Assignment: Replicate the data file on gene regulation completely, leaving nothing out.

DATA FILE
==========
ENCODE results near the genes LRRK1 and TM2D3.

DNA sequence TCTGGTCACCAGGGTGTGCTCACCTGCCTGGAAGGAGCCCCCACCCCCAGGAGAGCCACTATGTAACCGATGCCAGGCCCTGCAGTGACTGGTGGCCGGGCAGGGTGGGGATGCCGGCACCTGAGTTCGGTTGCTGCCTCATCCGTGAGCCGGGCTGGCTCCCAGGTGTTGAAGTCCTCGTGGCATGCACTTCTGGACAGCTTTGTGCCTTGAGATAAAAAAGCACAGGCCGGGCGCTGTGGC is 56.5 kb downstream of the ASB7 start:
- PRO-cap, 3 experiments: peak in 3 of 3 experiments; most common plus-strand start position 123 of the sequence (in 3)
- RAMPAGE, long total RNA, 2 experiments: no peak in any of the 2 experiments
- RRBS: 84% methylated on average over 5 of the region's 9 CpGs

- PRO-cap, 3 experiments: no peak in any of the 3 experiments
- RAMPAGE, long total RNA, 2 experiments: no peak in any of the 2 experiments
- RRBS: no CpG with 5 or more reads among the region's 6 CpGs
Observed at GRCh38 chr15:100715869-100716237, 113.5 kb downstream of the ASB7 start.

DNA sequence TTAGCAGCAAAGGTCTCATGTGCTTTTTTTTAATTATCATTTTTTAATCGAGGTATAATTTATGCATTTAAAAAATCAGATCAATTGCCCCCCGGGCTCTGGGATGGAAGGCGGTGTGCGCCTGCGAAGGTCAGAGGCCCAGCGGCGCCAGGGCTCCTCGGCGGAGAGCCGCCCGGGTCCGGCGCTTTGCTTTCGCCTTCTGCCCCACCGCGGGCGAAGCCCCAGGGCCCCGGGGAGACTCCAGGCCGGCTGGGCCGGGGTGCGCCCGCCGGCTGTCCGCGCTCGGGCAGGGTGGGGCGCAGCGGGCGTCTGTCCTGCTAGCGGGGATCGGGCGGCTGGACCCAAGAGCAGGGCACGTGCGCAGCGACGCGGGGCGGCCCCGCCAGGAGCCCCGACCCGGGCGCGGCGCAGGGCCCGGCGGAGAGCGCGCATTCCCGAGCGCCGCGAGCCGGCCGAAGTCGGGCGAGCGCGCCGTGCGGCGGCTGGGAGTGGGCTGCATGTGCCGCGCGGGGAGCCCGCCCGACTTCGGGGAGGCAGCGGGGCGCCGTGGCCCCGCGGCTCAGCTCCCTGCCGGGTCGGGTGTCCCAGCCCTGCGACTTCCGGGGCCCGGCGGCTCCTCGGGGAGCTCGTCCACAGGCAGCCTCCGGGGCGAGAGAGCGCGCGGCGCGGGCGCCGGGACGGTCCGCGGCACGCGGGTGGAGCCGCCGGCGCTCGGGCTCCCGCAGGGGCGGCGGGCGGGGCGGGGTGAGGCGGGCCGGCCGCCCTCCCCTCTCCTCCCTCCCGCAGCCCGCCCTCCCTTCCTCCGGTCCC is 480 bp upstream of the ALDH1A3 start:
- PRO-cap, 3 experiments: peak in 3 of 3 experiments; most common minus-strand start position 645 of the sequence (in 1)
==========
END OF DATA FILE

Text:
ENCODE results near the genes LRRK1 and TM2D3.

DNA sequence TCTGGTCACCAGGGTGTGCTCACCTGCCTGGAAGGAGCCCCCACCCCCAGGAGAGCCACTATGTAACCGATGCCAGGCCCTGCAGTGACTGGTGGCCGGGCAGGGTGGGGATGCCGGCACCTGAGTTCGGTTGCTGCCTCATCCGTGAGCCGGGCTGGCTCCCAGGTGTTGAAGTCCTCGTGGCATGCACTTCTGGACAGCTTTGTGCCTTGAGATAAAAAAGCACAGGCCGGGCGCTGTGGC is 56.5 kb downstream of the ASB7 start:
- PRO-cap, 3 experiments: peak in 3 of 3 experiments; most common plus-strand start position 123 of the sequence (in 3)
- RAMPAGE, long total RNA, 2 experiments: no peak in any of the 2 experiments
- RRBS: 84% methylated on average over 5 of the region's 9 CpGs

- PRO-cap, 3 experiments: no peak in any of the 3 experiments
- RAMPAGE, long total RNA, 2 experiments: no peak in any of the 2 experiments
- RRBS: no CpG with 5 or more reads among the region's 6 CpGs
Observed at GRCh38 chr15:100715869-100716237, 113.5 kb downstream of the ASB7 start.

DNA sequence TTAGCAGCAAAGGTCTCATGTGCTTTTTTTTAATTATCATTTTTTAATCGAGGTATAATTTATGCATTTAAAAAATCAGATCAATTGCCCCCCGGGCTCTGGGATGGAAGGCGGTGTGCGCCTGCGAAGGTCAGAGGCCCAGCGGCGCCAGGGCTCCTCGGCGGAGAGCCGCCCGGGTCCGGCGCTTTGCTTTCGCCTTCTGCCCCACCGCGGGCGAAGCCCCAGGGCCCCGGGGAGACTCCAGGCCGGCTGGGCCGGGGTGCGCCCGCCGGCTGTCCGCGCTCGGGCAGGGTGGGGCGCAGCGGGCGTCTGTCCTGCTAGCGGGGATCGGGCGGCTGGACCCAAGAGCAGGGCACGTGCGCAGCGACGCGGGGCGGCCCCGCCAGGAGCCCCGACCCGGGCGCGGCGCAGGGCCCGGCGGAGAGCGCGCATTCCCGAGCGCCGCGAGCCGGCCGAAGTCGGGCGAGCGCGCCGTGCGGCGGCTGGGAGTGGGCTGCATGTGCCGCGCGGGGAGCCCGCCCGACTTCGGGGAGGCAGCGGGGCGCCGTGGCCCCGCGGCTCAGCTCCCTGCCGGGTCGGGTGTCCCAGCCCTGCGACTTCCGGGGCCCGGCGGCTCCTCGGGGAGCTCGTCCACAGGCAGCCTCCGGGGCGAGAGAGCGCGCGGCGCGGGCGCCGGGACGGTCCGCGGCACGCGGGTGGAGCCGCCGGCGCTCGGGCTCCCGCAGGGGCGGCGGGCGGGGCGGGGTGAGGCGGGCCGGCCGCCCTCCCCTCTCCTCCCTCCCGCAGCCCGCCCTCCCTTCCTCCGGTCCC is 480 bp upstream of the ALDH1A3 start:
- PRO-cap, 3 experiments: peak in 3 of 3 experiments; most common minus-strand start position 645 of the sequence (in 1)